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Kosher Wine Guide

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The Jews may have the oldest codified relationship to wine of any people on earth, but kosher wine ironically is best known for its “unorthodox” taste. In the context of Jewish history, this dubious distinction is understandable. Thousands of years ago, the Jews lived in the Holy Land, where grape growing and wine making were common practice. But after the Roman conquest of Jerusalem some 2000 years ago, the Jews began a long period of wandering known as the Diaspora, which presented them with a serious enological challenge. Rarely were their new homes in exile blessed with vineyards such as those previously known in their ancestral land.

Nevertheless, tradition as well as religion mandated the drinking of wine, and vintners did their best with whatever means were at their disposition. Wine was even made from dried raisins when necessary. Apparently the socio-economic status of the Jewish people in exile did not facilitate a steady supply of grapes worthy of a first growth Bordeaux! In fact, in Europe Jews were often proscribed from owning the land necessary to grow grapes.

A century ago, Jewish immigrants to America found local Concord grapes to be plentiful. But the wine produced from these native American grapes had a so-called "foxy" character. Keeping the wines sweet made them more palatable, and this sweet style became synonymous with kosher wine. More recent history has been kinder to Jewish wine makers, and currently there is a revolution in quality among kosher wines the world over. These wines are made from such classic grape varieties as Cabernet Sauvignon, Merlot, Syrah, Chardonnay and Sauvignon Blanc from both the New and Old World. With access to top notch grapes and contemporary cellar methods, kosher wine makers are now creating wines that may equal or surpass those that are not kosher. Indeed, it would appear that kosher wine makers have now restored the sensual quality of this sacred beverage to a level commensurate with its spiritual status.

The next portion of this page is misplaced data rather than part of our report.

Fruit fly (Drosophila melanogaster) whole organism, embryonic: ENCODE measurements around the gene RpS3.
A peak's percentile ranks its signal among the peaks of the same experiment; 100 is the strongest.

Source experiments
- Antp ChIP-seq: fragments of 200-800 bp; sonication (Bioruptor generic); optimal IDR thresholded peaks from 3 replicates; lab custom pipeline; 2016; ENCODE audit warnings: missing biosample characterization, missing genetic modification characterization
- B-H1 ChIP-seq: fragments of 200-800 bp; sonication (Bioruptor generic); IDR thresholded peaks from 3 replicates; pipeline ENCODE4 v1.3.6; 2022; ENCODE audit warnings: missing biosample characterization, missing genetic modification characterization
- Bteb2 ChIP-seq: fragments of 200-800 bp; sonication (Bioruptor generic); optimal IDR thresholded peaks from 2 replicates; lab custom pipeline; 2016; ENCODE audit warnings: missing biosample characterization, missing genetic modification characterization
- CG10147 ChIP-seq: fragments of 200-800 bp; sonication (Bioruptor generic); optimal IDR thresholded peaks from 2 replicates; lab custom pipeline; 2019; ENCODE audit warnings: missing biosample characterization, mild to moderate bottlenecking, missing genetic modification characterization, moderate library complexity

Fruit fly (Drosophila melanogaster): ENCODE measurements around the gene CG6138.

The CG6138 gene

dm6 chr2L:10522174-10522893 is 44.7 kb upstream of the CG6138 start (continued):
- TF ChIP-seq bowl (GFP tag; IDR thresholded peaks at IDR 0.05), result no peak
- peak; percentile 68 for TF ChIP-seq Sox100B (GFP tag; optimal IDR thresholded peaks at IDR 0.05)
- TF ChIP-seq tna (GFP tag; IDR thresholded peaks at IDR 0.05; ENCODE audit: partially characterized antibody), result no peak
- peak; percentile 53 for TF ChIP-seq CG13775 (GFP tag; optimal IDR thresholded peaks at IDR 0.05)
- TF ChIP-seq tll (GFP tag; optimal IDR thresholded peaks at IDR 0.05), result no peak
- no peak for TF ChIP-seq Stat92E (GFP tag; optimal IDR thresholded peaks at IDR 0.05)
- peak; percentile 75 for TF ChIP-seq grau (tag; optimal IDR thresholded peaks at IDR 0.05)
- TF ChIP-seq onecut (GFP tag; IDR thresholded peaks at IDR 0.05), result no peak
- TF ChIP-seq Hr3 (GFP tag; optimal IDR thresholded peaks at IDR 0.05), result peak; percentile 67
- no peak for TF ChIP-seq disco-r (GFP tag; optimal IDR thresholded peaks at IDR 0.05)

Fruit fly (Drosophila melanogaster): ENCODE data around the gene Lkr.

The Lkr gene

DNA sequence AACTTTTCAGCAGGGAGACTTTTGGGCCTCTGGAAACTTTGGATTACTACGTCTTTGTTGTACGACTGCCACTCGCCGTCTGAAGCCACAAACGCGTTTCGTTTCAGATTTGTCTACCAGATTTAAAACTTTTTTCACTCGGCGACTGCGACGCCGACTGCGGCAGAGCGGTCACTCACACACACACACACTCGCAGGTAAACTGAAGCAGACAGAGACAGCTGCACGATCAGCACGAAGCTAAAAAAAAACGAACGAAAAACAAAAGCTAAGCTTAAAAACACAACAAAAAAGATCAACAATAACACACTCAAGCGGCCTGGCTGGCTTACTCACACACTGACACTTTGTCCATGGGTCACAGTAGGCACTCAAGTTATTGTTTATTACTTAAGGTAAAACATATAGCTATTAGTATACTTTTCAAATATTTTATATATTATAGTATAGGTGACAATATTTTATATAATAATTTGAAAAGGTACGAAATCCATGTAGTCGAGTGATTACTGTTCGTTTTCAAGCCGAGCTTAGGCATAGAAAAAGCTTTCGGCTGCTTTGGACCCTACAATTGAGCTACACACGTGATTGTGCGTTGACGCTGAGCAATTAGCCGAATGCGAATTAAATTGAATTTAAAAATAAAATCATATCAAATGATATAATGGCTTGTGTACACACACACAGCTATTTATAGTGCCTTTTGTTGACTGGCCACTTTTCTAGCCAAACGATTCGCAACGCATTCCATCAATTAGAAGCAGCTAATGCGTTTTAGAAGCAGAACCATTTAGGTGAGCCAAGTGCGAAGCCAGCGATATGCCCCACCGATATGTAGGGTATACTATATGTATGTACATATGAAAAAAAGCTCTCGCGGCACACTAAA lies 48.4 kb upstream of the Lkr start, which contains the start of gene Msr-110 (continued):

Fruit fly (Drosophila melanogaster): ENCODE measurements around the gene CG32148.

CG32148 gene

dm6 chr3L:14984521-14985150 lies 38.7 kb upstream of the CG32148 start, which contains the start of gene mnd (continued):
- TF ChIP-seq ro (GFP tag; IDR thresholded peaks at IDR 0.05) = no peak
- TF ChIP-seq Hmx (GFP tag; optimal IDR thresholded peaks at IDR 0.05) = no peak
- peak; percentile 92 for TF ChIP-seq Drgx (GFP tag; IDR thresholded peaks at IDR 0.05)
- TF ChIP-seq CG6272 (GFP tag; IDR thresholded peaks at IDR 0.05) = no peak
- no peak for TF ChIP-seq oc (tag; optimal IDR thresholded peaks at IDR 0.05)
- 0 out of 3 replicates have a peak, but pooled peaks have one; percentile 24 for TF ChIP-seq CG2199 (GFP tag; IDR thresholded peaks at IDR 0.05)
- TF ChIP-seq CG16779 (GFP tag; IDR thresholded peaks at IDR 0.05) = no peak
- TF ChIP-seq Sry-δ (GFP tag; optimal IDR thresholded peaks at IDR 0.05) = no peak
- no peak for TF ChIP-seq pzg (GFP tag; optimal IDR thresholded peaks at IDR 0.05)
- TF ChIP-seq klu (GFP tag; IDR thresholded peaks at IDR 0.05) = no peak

In Jewish tradition wine is considered a holy beverage. The blessing over the wine—or Kiddish—is an important part of many religious ceremonies. For this reason, a kosher wine at its most basic level is one handled only by strictly Sabbath-observant Jews. In addition, kosher wine makers are forbidden to use any products, such as unauthorized yeasts or other potentially non-kosher ingredients that might fall outside the parameters of kosher convention. Kosher wine makers can, however, use natural, indigenous yeasts, such as those favored by many top winemakers in the U.S. and Europe.

Aside from the constraints mentioned above, there needn’t be any difference between the techniques used to make a fine kosher wine or a fine non-kosher wine. That is, unless the kosher wine is to be designated mevushal, perhaps the most misunderstood term in the kosher wine tradition.

In Hebrew, mevushal means literally boiled. However, mevushal wines are not quite heated to a boiling temperature. Mevushal wines are nonetheless flash-pasteurized to a temperature that meets the requirements of an overseeing rabbinical authority. The technique does not necessarily harm the wine. In fact, a few well known non-kosher wine makers believe it may enhance aromatics.

But that is not why certain wines are made mevushal. For Jews, the technique simply alters the spiritual essence of a kosher wine, making it less susceptible to ritual proscription. That means anyone—whether kosher or not—can open a bottle of mevushal wine without altering its kosher status. That’s a plus for kosher catering halls and restaurants, where the wait staff may not be kosher or even Jewish. By contrast, non-mevushal, or non-heated wines, are viewed as more sensitive to religious constraints and should be opened and poured by Sabbath-observant Jews.

So what happens when a non-Jew or a Jew who is not kosher opens a kosher wine that’s not mevushal? Well, to be honest, not much. Since non-kosher individuals don’t follow kosher rules anyway, they are not particularly affected by ritual law. However, if they are sharing a non-mevushal wine with kosher friends, then the wine must be opened and poured by a Sabbath-observant individual if everyone wishes to partake. Those are the rules; pure and simple. But ultimately, mevushal wine is neither more nor less kosher than non-mevushal wine. These are two separate designations for equally kosher wines.

 

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